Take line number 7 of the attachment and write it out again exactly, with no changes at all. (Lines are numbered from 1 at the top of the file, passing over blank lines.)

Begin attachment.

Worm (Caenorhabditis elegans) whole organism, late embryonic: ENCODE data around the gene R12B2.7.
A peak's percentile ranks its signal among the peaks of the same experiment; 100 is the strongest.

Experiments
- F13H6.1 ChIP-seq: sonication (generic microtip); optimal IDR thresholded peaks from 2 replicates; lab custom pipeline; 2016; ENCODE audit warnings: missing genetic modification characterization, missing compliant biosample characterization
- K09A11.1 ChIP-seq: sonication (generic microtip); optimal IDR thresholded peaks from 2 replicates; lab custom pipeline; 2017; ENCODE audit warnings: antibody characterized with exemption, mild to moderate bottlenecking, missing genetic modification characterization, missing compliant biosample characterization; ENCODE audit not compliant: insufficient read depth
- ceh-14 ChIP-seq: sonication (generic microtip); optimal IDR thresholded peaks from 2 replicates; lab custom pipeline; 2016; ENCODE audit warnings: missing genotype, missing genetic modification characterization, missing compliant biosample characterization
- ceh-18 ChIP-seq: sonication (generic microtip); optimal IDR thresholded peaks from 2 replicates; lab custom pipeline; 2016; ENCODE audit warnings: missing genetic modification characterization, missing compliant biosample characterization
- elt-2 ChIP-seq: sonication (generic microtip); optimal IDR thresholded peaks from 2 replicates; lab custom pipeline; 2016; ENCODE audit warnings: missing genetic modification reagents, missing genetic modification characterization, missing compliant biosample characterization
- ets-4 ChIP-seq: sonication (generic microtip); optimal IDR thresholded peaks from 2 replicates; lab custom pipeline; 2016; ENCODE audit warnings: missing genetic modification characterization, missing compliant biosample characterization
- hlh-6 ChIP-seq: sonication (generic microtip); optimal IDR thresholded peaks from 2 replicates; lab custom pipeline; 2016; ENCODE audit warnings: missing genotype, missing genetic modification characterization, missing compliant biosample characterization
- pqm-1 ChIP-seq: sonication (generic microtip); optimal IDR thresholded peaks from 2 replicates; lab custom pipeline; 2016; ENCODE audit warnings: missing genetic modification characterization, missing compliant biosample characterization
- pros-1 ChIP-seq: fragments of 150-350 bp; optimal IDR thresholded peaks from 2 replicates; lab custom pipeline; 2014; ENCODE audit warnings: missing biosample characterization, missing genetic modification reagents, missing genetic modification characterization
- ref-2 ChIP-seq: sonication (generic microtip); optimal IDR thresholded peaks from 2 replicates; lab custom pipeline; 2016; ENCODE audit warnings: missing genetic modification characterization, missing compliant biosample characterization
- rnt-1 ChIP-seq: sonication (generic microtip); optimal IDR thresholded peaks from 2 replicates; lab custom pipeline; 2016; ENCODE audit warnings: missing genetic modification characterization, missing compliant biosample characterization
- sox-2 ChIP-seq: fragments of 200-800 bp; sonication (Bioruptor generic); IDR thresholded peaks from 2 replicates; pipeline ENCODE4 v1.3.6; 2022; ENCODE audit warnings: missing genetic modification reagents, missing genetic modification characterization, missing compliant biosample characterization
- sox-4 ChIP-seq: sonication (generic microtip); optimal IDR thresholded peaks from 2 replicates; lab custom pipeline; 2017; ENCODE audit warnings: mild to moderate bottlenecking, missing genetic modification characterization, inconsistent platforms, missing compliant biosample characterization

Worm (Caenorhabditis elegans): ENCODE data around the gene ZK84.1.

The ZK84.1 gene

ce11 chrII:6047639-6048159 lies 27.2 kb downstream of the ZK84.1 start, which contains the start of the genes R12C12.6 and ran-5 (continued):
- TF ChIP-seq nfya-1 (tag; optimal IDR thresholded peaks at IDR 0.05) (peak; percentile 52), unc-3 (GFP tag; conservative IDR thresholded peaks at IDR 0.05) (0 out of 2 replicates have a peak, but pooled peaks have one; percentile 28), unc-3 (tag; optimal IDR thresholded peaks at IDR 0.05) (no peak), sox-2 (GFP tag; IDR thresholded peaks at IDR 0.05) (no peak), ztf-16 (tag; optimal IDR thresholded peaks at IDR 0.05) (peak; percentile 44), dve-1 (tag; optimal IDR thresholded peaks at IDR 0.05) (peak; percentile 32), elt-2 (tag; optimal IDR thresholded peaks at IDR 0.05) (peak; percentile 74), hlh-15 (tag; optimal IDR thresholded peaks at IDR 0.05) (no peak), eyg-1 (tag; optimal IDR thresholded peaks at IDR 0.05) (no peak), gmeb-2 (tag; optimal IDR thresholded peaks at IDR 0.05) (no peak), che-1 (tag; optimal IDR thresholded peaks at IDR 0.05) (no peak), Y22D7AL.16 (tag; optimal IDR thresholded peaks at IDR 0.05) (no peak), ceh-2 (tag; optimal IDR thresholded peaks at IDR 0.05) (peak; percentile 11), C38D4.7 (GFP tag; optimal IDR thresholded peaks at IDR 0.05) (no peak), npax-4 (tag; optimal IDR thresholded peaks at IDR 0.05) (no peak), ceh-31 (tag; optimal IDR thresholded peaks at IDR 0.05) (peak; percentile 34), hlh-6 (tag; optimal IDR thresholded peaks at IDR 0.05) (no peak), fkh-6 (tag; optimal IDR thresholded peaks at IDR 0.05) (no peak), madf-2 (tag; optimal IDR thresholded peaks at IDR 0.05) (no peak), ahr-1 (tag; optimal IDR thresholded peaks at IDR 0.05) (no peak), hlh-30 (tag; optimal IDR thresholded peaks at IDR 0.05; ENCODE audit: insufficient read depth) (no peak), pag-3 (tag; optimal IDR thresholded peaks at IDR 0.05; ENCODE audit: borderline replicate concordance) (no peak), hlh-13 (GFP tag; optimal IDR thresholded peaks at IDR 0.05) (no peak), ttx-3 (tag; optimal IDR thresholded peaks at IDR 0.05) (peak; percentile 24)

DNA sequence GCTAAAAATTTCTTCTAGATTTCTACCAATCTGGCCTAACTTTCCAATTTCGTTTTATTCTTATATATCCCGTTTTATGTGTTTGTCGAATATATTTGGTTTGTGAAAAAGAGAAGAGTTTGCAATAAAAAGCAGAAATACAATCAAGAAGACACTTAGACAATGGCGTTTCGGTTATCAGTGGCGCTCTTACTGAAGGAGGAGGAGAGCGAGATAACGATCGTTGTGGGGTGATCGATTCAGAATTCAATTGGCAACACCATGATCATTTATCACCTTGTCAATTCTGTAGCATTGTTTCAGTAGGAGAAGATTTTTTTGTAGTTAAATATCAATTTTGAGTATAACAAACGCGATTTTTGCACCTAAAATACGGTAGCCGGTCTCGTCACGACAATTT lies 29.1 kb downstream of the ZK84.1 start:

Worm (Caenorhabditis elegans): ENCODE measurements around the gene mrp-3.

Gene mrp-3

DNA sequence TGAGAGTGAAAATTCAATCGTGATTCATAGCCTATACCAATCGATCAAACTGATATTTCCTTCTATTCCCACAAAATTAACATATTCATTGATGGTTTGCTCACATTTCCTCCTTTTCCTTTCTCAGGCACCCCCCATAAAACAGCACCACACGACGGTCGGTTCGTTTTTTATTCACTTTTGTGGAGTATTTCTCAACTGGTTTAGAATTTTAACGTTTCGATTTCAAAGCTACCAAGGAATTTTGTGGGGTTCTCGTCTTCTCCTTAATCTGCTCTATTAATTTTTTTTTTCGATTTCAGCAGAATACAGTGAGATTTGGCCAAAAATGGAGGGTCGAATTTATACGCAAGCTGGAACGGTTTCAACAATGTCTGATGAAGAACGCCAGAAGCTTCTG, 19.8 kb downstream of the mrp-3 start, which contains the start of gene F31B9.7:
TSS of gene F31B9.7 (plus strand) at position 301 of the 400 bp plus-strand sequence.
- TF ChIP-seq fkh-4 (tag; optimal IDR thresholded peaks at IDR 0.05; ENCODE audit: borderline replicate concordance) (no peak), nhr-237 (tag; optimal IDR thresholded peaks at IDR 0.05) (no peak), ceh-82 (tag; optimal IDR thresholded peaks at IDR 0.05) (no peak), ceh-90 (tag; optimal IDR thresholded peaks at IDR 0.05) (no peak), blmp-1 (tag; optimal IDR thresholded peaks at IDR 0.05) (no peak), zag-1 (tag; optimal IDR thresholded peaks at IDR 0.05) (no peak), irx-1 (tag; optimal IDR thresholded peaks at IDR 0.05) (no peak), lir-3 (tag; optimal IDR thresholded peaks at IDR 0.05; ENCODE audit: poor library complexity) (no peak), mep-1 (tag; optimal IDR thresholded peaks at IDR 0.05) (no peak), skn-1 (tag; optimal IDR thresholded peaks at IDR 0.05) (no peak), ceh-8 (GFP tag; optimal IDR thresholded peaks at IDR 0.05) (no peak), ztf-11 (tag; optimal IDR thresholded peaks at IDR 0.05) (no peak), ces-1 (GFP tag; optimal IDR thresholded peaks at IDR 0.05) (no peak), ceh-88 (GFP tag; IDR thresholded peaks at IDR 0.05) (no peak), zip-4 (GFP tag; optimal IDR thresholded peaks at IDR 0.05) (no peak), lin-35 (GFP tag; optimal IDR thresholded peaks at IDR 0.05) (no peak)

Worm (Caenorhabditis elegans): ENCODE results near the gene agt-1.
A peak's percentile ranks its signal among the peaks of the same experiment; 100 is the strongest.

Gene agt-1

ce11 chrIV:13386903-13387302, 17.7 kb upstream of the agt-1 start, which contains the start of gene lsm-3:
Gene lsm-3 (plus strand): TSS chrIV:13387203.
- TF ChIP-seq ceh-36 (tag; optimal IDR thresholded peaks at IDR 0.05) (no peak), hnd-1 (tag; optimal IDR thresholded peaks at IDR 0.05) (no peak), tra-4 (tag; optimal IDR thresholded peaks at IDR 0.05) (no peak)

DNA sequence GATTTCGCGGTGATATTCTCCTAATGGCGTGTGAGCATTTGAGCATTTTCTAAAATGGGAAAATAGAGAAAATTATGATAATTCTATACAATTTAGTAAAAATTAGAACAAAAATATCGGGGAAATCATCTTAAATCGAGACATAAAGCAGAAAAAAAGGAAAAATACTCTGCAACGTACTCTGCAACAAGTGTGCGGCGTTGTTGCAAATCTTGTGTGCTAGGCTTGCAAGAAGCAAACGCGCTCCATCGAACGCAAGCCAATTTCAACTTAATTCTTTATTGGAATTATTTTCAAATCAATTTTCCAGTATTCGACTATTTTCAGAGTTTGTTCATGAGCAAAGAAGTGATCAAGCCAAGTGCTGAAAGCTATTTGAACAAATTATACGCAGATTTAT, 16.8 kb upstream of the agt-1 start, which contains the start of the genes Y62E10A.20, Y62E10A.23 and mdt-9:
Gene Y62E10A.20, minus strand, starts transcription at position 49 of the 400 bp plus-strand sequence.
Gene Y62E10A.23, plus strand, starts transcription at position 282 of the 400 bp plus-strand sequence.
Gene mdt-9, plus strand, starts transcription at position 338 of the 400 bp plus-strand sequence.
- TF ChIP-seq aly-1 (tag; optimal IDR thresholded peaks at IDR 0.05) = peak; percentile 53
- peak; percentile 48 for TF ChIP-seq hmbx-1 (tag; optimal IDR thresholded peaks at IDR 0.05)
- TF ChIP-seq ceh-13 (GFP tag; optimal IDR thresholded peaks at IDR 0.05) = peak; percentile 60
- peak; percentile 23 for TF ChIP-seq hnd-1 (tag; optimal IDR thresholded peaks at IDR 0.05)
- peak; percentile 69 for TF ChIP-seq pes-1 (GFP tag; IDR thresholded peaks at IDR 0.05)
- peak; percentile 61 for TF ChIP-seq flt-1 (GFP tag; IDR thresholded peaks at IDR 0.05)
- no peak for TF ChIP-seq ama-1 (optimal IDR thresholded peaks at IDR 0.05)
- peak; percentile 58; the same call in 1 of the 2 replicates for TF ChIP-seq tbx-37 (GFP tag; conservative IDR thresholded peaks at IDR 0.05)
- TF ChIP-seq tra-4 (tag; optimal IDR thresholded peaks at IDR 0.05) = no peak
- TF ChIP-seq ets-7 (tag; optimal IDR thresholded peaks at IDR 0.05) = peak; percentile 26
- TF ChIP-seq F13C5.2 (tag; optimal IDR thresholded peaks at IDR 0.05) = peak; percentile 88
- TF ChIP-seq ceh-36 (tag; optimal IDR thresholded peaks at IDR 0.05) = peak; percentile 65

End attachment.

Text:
- ceh-18 ChIP-seq: sonication (generic microtip); optimal IDR thresholded peaks from 2 replicates; lab custom pipeline; 2016; ENCODE audit warnings: missing genetic modification characterization, missing compliant biosample characterization